A federal lawsuit brought by the parents of several students against a Kansas military school alleges multiple acts of abuse and neglect. Although fellow students committed many of the alleged acts of abuse, the lawsuit claims that adult staff members often knew about the abuse, and that some were even present for some incidents. Faculty, staff, and administrators did not intervene, according to the complaint, thus breaching their duty to protect their students. The claims are similar to claims brought for alleged nursing home abuse and neglect, since both involve a duty to care for vulnerable individuals, and liability for failure to protect people under their care from harm. This could include failures to protect nursing home residents from abuse by staff members or other residents.
A group of parents first filed suit on March 5, 2012 in the U.S. District Court for the District of Kansas. Their children were students at St. John’s Military School, a residential boarding school in Salina. The school teaches grades 6 through 12 and houses all of its students on its premises.
The plaintiffs allege that the school puts incoming students through a series of physical training and other initiation procedures, and that it places significant disciplinary authority in its senior students. This gives the older students powers over the younger students more properly exercised by adults, the complaint says. The school allegedly knows of abuses that occur within this system, including many that result in physical injury to students, but does nothing to address it.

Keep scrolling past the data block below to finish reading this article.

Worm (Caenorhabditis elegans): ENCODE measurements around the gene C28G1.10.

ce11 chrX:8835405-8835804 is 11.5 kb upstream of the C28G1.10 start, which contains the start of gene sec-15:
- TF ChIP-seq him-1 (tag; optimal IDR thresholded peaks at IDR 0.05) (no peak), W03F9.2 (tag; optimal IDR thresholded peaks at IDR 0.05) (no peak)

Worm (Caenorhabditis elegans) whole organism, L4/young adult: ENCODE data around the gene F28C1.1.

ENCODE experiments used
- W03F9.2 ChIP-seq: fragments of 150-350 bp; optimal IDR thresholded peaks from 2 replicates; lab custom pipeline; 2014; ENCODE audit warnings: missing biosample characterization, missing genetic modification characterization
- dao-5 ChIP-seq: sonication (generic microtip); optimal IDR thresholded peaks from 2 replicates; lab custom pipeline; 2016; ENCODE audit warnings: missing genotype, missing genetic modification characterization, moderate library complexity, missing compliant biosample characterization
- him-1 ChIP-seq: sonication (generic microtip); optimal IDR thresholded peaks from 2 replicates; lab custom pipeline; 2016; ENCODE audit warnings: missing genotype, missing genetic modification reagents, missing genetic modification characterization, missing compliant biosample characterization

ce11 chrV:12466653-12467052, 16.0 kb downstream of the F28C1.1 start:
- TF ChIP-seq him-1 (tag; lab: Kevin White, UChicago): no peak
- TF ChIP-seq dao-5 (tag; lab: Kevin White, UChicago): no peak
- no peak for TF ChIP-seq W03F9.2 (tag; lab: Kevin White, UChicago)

The lawsuit charges the defendants with negligent supervision and intentional failure to supervise, alleging that the school’s failure to supervise the older students caused the plaintiffs’ children’s damages. They also seek to hold the school liable for “civil conspiracy of assault and battery,” arguing that the school acts in loco parentis for its students and therefore is liable for harms committed by students against one another, when the students causing harm are acting with authority from the school.
The complaint sets out the alleged facts for each of the plaintiffs’ children who were students at the school. One student, identified as J.M., attended the school for four days last summer. On his first day, he fell and broke his left leg. The school forced him to continue participating in intense physical activities, part of the school’s initiation. He received crutches on the third day, but was forced to stand for long periods of time. He fell in the cafeteria that day, allegedly breaking his right leg. He claims that, rather than help him, both staff and students tried to make him stand up on his own. After further alleged acts of abuse, the school finally called an ambulance on the fourth day, where x-rays revealed both legs were broken. An investigation by the state child welfare agency attributed the incident to “lack of supervision” by the school, rather than abuse.
The Maryland nursing home lawyers at Lebowitz and Mzhen help obtain compensation for people injured due to abuse or neglect by nursing home staff. Contact us today online or at (800) 654-1949 for a free and confidential consultation.
Amended Complaint (PDF), Nkemakolam, et al vs. St. John’s Military School, et al, U.S. District Court, District of Kansas, March 23, 2012
More Blog Posts:
Maryland Nursing Home Staffer Pleads Guilty to Abuse of a Resident, Maryland Nursing Home Lawyer Blog, February 14, 2012
Two Nursing Home Workers Lose Licenses After Alleged Beating of Resident, Maryland Nursing Home Lawyer Blog, December 7, 2011
Indictments Issued in Two Separate Maryland Nursing Home Assault Cases, Maryland Nursing Home Lawyer Blog, October 4, 2011